First, we have to accept that the referendum is not binding by law, it is advisory. The Supreme Court’s case in Miller confirmed as much, where it essentially said that the referendum result did not give the government the power to remove the rights conferred onto the citizens of the United Kingdom without having recourse to Parliament. The referendum was also explicitly made advisory by the Cameron government, as can be seen from the Parliamentary debates on the Bill which authorised the referendum. There is thus no constitutional reason why it should be binding.
So rather, there must be a normative reason why the referendum should be binding. Binding is a loaded term here, as it confers a dictatorial powers over all aspects of government policy for an unforeseeable amount of time on a slim majority, identified by an opinion poll on one particular day. Decisions pertaining to some constitutional question usually require a 2/3s majority, whether this be in a Parliament or through a referendum, this is the case in any civilised society with a sophisticated political system. This is for good reason, significant deviations from a constitutional status quo usually require a clear and emphatic majority.
Now Brexit had a majority 52% of the participating electorate of the United Kingdom. That is 37% of the electorate as a whole, falling way short of this 2/3s majority, which would usually be required for a change of such constitutional significance. Both those figures fall way short of the 66% mark. Neither 52% nor 37% of the electorate can be equated with the will of the British people, infact when considered within the UK’s population as a whole, the 15 million that voted for Brexit looks very much less impressive. It is a mere 26% of the whole population. It is entirely unjustifiably to extrapolate that the will of 26% of the population is the will of the entire British people. That’s akin to saying that my legs are my body.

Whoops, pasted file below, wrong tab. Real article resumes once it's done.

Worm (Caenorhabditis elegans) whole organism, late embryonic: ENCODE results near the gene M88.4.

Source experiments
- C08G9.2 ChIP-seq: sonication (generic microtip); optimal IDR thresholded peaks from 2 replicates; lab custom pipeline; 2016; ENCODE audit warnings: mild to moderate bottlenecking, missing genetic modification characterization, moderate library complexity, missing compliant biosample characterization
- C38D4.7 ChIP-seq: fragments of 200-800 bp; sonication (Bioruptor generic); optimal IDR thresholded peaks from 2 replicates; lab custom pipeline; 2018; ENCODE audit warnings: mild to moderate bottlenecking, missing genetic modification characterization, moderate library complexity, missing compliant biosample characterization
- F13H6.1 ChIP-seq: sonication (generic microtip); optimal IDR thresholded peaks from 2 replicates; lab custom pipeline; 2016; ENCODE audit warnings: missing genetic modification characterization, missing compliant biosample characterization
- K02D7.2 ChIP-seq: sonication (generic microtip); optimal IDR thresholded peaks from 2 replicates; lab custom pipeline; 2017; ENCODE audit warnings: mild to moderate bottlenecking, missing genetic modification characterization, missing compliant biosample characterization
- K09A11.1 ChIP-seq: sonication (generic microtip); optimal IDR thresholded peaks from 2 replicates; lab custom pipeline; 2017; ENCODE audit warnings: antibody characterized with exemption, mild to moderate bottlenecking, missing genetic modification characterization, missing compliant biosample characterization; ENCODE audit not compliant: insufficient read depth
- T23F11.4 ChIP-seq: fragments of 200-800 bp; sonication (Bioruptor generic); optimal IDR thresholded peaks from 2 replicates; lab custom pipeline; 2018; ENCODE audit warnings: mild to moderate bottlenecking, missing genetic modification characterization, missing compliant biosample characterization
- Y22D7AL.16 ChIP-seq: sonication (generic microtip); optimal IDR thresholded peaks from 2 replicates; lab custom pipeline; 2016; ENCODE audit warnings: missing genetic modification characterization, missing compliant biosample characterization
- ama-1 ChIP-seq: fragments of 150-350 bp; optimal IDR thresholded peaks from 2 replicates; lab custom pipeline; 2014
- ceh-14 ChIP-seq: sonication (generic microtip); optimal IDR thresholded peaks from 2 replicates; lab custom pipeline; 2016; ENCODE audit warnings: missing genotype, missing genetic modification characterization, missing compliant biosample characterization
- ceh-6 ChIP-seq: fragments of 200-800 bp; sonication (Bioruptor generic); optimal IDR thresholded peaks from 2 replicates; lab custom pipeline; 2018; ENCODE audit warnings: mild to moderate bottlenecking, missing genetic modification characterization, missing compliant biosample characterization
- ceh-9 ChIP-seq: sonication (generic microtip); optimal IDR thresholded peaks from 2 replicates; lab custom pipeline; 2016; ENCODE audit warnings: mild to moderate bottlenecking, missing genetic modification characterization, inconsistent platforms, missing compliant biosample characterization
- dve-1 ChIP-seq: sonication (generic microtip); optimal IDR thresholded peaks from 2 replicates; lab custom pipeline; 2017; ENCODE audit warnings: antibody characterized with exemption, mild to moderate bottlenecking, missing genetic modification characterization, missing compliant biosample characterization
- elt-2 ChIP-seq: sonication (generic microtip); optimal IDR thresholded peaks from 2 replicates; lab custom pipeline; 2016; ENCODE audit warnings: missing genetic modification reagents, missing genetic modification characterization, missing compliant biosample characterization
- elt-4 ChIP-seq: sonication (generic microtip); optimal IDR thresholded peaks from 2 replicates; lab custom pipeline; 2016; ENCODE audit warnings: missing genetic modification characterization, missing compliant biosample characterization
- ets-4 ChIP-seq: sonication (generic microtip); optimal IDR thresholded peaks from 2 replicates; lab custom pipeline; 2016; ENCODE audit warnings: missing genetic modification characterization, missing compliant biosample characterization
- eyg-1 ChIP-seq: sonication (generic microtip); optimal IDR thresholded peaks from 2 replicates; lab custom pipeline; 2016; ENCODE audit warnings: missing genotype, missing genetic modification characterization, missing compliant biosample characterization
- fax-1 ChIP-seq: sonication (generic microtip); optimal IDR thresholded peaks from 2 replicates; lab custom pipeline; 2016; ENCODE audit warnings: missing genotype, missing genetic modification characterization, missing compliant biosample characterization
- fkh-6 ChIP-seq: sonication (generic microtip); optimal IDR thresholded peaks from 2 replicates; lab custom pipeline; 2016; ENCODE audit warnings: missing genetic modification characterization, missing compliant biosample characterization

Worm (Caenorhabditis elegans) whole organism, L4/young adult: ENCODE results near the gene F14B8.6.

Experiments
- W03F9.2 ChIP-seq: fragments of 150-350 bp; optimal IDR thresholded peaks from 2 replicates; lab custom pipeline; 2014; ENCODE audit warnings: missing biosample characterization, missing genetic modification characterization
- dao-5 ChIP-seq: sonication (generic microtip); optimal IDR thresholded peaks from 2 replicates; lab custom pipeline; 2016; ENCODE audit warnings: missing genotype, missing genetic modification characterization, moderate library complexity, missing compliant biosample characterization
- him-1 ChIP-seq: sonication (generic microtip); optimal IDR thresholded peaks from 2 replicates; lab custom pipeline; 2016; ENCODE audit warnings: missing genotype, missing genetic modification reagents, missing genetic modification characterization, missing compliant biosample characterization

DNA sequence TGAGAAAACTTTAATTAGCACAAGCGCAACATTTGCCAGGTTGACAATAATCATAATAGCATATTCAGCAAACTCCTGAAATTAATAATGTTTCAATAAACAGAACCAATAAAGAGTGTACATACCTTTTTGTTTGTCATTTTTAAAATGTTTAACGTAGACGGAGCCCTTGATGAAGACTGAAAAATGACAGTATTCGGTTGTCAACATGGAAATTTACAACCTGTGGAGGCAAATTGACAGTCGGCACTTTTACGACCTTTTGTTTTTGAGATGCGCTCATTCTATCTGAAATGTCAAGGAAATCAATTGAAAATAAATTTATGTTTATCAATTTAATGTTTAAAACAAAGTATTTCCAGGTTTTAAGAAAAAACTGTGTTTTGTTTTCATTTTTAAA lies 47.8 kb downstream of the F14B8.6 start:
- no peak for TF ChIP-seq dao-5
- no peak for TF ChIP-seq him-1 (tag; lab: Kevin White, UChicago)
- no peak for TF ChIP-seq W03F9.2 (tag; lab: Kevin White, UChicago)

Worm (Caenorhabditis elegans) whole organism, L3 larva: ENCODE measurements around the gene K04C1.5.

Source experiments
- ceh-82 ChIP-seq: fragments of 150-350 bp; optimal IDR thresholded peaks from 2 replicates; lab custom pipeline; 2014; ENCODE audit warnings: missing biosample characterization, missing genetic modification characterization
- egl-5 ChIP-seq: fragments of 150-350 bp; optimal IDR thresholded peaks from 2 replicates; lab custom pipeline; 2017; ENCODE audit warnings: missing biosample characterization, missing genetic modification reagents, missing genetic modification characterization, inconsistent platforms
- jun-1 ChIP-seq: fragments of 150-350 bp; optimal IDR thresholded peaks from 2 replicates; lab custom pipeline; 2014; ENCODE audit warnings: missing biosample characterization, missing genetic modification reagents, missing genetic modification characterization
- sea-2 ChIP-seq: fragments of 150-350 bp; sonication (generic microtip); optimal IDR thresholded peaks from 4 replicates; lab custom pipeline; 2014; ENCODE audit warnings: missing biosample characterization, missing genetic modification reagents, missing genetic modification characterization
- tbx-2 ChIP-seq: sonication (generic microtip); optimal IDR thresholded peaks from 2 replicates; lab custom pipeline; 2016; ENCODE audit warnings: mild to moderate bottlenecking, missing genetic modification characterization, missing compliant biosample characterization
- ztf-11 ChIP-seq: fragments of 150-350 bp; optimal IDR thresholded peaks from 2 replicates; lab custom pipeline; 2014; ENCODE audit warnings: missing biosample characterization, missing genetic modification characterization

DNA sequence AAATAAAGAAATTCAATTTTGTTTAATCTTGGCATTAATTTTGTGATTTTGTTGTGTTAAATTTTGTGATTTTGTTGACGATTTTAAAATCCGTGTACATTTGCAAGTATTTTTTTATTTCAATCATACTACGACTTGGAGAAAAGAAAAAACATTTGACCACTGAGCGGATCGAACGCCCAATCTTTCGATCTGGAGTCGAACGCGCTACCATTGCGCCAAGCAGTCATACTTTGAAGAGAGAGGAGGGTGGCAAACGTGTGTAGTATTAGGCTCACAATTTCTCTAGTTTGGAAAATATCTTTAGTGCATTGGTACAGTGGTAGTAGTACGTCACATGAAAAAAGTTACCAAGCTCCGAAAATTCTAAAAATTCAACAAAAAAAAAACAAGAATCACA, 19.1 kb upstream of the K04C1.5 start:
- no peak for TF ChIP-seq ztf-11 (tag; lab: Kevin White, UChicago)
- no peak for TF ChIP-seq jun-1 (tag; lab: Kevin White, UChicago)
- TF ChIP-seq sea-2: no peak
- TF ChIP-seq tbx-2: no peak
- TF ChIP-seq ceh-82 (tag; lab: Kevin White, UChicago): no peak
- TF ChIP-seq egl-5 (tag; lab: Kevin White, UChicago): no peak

Note too, the perversity of invoking the will of the British People whilst excluding the vote of 16 and 17 year olds. Sure you can say that demographic would not have sufficient knowledge to vote on the subject. But is that really true? That defence should not be open to Brexiters anyway, expertise is no longer fashionable according Michael Gove – the hypocrisy of referring to remainers as elitist whilst denying the vote to others on the grounds of being too ignorant is apparent. How can Commonwealth citizens be allowed to cast their vote in the referendum? Are they part of the British people, and how can EU citizens be excluded if they are included, seeing they participate immensely to British society - it is they whose rights are most jeopardised by the vote.
Granted, it is possible to argue that including EU citizens and 16-17 year olds is gerrymandering, as it would have influenced the result to get a victory for remain. But surely, excluding them is gerrymandering too, seeing it affects the result the other way. Plus, if the Brexit argument was truly robust and beneficial, then why could they not be persuaded to vote leave too?